Epp, 46, said he created the group after the COVID-19 pandemic led to closures at national and provincial campgrounds.

Parks Canada has said campgrounds in national parks will remain closed until at least June 21, while Alberta Parks reopened its campgrounds earlier this month, but at half capacity.

“It’s hard enough to find spots when all of the sites are available,” said Epp. “With Crown-land camping, there’s a million sites and you just pick one … and it’s free.”

Alberta Environment and Parks said its staff did see an increase in public-land use — including hikers, mountain bikers and families picnicking — in parts of southern and central Alberta on the May long weekend.

“It remains to be seen if campers that traditionally use our provincial parks will increasingly move onto public land for their fill of outdoor recreation,” spokeswoman Christine King said in an email. “Camping in provincial parks versus public land is a different experience in terms of amenities and services.”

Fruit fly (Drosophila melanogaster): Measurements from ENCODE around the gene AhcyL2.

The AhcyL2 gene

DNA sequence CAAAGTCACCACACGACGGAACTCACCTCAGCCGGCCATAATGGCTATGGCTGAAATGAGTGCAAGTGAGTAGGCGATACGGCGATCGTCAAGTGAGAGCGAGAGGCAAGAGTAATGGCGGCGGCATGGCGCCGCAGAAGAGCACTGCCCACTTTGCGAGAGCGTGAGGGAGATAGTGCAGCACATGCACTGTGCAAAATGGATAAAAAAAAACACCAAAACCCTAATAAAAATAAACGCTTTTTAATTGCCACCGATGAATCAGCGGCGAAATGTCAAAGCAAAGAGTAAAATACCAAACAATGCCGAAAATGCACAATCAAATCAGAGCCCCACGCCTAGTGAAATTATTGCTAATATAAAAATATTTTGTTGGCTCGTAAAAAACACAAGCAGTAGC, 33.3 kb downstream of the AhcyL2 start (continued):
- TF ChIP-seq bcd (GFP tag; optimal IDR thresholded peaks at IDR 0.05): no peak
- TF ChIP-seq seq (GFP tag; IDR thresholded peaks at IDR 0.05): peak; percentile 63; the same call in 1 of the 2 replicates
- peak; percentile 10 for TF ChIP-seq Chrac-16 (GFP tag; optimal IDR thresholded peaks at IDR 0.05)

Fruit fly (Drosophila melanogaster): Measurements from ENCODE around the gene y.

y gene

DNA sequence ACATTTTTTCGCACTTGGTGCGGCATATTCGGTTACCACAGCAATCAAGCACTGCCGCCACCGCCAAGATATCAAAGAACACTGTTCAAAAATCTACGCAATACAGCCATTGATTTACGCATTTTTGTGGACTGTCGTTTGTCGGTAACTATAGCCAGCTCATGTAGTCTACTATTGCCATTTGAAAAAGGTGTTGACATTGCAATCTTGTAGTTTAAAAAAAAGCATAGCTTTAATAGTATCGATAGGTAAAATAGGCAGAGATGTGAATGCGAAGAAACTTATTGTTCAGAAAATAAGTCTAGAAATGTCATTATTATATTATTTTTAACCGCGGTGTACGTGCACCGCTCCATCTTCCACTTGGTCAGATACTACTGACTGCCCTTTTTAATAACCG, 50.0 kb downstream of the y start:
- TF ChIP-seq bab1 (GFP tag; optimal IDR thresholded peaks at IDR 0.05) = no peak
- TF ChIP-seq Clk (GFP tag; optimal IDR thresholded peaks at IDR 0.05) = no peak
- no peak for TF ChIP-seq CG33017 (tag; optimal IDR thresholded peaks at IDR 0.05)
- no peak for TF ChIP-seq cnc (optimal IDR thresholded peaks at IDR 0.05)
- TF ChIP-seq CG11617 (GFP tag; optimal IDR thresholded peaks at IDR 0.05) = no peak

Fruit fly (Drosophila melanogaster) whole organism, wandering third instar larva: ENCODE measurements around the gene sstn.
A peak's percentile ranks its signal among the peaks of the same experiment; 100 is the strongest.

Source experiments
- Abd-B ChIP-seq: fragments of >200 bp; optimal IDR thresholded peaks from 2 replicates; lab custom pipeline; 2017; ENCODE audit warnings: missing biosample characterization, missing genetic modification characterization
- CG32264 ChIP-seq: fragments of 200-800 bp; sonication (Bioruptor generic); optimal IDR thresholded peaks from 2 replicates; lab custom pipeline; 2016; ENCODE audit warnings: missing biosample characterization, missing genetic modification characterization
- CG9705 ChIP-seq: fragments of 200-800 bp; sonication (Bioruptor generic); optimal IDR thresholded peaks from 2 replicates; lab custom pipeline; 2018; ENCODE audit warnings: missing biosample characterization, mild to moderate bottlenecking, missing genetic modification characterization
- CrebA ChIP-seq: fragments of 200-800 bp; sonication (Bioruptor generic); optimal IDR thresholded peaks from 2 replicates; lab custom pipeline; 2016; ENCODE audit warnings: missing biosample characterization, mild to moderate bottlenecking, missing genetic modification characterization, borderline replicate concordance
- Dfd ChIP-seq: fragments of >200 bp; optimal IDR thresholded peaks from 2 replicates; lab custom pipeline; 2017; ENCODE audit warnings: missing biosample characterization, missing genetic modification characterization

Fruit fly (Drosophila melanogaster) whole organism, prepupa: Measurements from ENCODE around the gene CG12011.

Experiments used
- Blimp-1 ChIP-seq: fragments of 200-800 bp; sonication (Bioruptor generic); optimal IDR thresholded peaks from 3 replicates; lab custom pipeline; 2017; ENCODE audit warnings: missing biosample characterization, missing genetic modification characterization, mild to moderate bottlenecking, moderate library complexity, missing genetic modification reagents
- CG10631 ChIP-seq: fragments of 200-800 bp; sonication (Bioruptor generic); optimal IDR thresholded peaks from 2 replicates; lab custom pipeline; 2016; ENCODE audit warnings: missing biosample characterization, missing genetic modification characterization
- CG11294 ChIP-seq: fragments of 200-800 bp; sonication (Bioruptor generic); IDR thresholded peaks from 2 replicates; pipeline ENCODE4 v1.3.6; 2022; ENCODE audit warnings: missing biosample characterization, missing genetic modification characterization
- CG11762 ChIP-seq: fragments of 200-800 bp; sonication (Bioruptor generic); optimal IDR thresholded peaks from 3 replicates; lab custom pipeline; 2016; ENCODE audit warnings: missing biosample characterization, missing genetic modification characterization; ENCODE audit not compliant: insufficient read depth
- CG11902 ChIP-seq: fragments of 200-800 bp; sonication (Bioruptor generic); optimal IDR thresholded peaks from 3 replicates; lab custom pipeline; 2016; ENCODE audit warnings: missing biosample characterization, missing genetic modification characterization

Mounties, who patrol public land along with Alberta Fish and Wildlife officers, say they haven’t noticed a major difference in the already popular Ghost-Waiparous area near Cochrane, northwest of Calgary, but officers further to the north in Rocky Mountain House are preparing for a busier summer.

“We predict we will see an increase in the numbers of people involved in this activity this summer due to the restrictions in organized campgrounds and the out-of-province restrictions still in place,” said a statement from the detachment.

Several provinces, including British Columbia and Saskatchewan, have restricted campsite bookings to residents only.